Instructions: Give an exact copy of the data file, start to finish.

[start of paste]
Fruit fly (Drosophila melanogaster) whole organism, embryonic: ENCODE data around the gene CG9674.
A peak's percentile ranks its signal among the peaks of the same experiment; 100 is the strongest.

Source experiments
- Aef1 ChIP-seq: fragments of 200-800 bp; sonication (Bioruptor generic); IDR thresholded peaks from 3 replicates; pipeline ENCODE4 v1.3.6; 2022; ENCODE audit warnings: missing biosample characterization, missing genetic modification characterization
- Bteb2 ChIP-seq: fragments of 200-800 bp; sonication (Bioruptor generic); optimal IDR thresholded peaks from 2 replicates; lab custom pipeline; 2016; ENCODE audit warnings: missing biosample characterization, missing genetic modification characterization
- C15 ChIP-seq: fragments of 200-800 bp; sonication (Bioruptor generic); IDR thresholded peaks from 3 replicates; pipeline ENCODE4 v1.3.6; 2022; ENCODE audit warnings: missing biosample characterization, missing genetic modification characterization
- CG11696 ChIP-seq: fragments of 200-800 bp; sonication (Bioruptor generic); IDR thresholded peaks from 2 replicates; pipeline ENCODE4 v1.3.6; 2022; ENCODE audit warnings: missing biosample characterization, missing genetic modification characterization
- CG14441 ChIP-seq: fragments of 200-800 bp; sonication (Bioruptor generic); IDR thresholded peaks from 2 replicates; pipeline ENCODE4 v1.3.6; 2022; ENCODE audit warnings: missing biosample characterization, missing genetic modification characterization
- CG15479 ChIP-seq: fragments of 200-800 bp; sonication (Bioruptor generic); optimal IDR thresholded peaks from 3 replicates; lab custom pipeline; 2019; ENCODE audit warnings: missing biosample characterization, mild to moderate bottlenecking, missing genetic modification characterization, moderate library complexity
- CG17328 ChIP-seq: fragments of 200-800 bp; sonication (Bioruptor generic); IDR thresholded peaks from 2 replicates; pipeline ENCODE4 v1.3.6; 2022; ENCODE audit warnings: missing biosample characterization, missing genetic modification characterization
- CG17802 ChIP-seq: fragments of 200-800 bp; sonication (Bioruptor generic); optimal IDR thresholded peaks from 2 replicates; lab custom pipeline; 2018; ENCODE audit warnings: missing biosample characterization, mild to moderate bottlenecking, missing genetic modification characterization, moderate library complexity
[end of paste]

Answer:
Fruit fly (Drosophila melanogaster) whole organism, embryonic: ENCODE data around the gene CG9674.
A peak's percentile ranks its signal among the peaks of the same experiment; 100 is the strongest.

Source experiments
- Aef1 ChIP-seq: fragments of 200-800 bp; sonication (Bioruptor generic); IDR thresholded peaks from 3 replicates; pipeline ENCODE4 v1.3.6; 2022; ENCODE audit warnings: missing biosample characterization, missing genetic modification characterization
- Bteb2 ChIP-seq: fragments of 200-800 bp; sonication (Bioruptor generic); optimal IDR thresholded peaks from 2 replicates; lab custom pipeline; 2016; ENCODE audit warnings: missing biosample characterization, missing genetic modification characterization
- C15 ChIP-seq: fragments of 200-800 bp; sonication (Bioruptor generic); IDR thresholded peaks from 3 replicates; pipeline ENCODE4 v1.3.6; 2022; ENCODE audit warnings: missing biosample characterization, missing genetic modification characterization
- CG11696 ChIP-seq: fragments of 200-800 bp; sonication (Bioruptor generic); IDR thresholded peaks from 2 replicates; pipeline ENCODE4 v1.3.6; 2022; ENCODE audit warnings: missing biosample characterization, missing genetic modification characterization
- CG14441 ChIP-seq: fragments of 200-800 bp; sonication (Bioruptor generic); IDR thresholded peaks from 2 replicates; pipeline ENCODE4 v1.3.6; 2022; ENCODE audit warnings: missing biosample characterization, missing genetic modification characterization
- CG15479 ChIP-seq: fragments of 200-800 bp; sonication (Bioruptor generic); optimal IDR thresholded peaks from 3 replicates; lab custom pipeline; 2019; ENCODE audit warnings: missing biosample characterization, mild to moderate bottlenecking, missing genetic modification characterization, moderate library complexity
- CG17328 ChIP-seq: fragments of 200-800 bp; sonication (Bioruptor generic); IDR thresholded peaks from 2 replicates; pipeline ENCODE4 v1.3.6; 2022; ENCODE audit warnings: missing biosample characterization, missing genetic modification characterization
- CG17802 ChIP-seq: fragments of 200-800 bp; sonication (Bioruptor generic); optimal IDR thresholded peaks from 2 replicates; lab custom pipeline; 2018; ENCODE audit warnings: missing biosample characterization, mild to moderate bottlenecking, missing genetic modification characterization, moderate library complexity